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Game 6’s Controversial Call Isn’t Just Another Miscue for MLB Umpires

Rob Manfred, Joe Torre, Gary Cederstrom, and his umpiring crew probably owes Anthony Rendon a nice dinner after his 5-RBI performance saved them from one of the biggest scandals baseball has seen this century. The outlash that Jim Joyce got after ruining Armando Galarraga’s perfect game or the outrage of the infamous outfield-fly rule call? Yeah, that and much more is what Major League Baseball and its umpires would have gotten if last night had any effect on this series.

It does not mean that they should be completely exonerated for this call:

Trea Turner is just as confused as everyone else. (Sports Productions/YouTube)

In case you are still unsure of what transpired, let me help: Trea Turner was called out for interfering with Yulieski Gurriel, whose glove was stretched on the baseline, or at least in Turner’s running path. After review, one that probably should not have happened because it was a judgment call, the call was upheld, because according to Chief Baseball Officer Joe Torre:

“Yes, the ruling was that Trea Turner interfered, basically — not basically, he interfered with the first baseman trying to make a play. In fact Gurriel’s glove even came off at that point in time. He did run to the fair side of those 45-foot lines, but really the violation was when he kept Gurriel from being able to catch the ball at first base.”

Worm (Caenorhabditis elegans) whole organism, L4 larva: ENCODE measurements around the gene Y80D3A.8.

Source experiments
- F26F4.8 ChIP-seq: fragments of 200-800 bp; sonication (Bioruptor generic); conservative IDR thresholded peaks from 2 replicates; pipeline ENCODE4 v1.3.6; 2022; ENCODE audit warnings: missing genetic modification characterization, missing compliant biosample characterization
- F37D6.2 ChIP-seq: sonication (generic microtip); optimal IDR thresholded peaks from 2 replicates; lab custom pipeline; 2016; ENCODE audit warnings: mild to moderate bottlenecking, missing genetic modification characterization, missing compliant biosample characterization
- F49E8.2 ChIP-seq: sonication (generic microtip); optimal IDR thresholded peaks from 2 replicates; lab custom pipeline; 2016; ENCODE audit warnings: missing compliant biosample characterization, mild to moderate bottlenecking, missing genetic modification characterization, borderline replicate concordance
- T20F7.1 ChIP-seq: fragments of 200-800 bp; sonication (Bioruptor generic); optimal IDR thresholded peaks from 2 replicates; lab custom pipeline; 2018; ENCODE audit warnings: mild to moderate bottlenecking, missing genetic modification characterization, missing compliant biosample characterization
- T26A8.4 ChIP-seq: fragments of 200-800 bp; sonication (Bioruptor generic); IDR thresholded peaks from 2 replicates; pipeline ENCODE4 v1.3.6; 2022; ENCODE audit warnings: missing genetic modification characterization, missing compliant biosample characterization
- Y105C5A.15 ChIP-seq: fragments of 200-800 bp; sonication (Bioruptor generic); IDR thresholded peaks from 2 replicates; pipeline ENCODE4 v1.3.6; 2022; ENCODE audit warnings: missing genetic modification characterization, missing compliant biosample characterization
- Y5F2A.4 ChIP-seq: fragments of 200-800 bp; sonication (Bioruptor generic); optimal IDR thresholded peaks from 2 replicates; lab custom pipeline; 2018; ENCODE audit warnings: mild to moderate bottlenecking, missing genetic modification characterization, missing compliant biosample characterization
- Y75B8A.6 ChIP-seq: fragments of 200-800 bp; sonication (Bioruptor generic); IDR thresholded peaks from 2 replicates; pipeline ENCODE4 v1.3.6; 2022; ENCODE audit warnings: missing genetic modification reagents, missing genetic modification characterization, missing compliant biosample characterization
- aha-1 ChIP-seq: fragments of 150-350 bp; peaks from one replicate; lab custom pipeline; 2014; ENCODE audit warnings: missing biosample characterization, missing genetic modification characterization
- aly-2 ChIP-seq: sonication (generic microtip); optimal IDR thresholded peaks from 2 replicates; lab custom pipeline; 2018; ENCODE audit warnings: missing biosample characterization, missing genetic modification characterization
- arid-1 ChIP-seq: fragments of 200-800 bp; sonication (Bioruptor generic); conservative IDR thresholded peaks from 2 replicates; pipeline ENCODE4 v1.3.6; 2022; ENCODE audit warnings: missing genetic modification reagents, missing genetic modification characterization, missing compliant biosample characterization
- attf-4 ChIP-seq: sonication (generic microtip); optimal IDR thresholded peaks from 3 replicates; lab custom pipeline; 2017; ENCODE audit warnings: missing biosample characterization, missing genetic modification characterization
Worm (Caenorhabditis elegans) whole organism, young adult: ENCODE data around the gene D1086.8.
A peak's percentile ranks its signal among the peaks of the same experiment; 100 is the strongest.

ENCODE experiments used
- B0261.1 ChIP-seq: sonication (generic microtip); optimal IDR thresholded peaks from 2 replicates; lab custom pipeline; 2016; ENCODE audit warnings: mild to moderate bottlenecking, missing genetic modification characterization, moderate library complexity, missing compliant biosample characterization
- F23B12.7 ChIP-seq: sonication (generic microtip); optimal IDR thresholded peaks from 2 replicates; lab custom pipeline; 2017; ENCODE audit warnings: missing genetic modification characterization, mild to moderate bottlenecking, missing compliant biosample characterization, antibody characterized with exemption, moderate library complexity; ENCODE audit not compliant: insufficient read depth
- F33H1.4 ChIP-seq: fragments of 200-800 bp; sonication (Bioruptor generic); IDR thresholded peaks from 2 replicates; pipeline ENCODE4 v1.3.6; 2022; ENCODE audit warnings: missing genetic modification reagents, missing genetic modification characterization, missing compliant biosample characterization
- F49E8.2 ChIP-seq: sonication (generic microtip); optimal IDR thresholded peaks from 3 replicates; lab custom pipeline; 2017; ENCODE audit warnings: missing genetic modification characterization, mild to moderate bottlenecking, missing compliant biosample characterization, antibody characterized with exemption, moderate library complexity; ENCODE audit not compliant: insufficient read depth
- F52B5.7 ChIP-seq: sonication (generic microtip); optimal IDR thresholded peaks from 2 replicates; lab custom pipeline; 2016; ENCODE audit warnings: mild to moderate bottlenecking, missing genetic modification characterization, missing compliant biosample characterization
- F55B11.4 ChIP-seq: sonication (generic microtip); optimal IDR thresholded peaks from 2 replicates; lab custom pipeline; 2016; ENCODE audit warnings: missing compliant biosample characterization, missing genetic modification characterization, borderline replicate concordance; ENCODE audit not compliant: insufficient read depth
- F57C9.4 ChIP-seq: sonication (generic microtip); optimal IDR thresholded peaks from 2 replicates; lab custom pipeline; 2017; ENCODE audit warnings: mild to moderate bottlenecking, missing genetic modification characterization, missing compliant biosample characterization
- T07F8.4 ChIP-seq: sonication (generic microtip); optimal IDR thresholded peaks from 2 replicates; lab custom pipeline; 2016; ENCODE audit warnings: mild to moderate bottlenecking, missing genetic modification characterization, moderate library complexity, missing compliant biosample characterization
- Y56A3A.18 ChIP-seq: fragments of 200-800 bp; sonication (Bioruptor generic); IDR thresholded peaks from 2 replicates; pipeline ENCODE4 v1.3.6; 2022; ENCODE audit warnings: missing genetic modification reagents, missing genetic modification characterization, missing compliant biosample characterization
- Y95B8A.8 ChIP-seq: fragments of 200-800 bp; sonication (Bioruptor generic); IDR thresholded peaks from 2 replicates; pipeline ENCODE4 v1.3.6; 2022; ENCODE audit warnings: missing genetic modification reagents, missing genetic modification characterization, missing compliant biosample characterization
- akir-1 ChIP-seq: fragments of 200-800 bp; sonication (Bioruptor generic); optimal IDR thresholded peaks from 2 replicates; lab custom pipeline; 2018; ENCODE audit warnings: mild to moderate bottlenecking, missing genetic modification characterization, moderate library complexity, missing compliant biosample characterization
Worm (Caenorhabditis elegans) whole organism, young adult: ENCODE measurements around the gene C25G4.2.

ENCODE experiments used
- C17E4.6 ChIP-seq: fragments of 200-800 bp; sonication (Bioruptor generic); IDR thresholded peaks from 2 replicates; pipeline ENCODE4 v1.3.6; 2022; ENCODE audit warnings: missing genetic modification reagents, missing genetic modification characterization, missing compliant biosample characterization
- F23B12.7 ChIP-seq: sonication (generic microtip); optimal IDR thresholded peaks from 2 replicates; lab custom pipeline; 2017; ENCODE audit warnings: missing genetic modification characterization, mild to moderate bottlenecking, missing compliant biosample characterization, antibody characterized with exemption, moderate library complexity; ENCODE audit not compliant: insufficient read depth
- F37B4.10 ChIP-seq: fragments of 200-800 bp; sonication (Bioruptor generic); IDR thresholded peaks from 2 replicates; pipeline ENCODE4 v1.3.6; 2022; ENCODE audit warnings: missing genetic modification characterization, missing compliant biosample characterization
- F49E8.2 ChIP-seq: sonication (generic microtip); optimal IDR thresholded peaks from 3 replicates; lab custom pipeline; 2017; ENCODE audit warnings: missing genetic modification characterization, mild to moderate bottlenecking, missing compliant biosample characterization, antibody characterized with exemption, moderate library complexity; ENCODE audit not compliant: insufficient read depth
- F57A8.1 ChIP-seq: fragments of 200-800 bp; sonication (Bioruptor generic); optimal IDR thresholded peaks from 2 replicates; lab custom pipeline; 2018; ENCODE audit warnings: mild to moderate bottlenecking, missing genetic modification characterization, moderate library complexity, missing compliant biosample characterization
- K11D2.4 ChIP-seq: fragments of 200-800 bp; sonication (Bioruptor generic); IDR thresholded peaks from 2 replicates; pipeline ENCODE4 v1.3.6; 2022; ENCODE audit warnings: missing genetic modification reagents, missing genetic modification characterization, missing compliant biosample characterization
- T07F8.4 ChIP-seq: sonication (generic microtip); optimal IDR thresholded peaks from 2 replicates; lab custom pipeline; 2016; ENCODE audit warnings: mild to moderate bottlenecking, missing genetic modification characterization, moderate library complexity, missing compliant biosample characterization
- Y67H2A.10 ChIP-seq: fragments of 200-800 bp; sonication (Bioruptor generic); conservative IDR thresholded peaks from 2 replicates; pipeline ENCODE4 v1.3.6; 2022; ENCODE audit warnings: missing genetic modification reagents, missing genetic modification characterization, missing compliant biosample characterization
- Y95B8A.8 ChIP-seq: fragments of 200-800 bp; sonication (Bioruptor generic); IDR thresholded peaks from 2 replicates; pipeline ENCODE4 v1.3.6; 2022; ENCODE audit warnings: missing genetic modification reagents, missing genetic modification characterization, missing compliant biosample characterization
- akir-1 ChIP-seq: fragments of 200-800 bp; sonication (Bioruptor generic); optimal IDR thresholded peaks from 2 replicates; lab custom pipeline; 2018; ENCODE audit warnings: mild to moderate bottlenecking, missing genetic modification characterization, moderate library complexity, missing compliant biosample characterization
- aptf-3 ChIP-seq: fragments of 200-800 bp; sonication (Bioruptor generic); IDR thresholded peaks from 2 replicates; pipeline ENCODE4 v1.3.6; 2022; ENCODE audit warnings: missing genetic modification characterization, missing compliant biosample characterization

From Joe Torre’s press conference after the game

Granted, a rule—in this instance, Rule 5.09—to prevent runners from running out of the baseline is needed. In fact, most of those calls are used if a player tries to avoid a tag in between bases and is closer to the outfield than the base. So Rule 5.09, at least in that context, is needed and used (the Chase Utley rule, to an extent, is an extension of the basepath rule). But the rule that was used to call Turner out—Rule 5.09(a)(11)—as presently constituted is not only never enforced unless in the most extreme circumstances, it is flat out cretinous and flawed. And it starts with the running lane itself.

(Photo via Umpire Bible)

As defined by Rule 5.09(a)(11) in Major League Baseball’s rulebook:

“In running the last half of the distance from home base to first base…he runs outside (to the right of) the three-foot line, or inside (to the left of) the foul line, and in the umpire’s judgment in so doing interferes with the fielder taking the throw at first base”

This three-foot line is located in foul territory while the first base bag is in fair territory. Right away, the letter of the law does not make sense. The goal of the runner on a slow grounder is to take the shortest route possible to the base. You are asking a runner to run into foul territory for 45 feet, which is not even close to the fastest path to the base. A runner would literally have to stutter step onto the base or step on the corner of the base upon reaching first.

Additionally, especially for right-handed hitters, that is not a straight path to first base. For left-handed hitters, it’s a bit easier to, at the very least, run with about one and a half feet in foul territory and avoid being out of the running lane. But for right-handed hitters, it is pretty much impossible to get inside that running lane without taking some sort of weird hitch in your running pattern. In a game that prides on being “a game of inches”, that is tenths of a second being wasted trying to be in a running lane that makes no sense. Just looking at the graphic I made below, it is very unlikely that any right-handed hitter has ever run down the line in foul territory.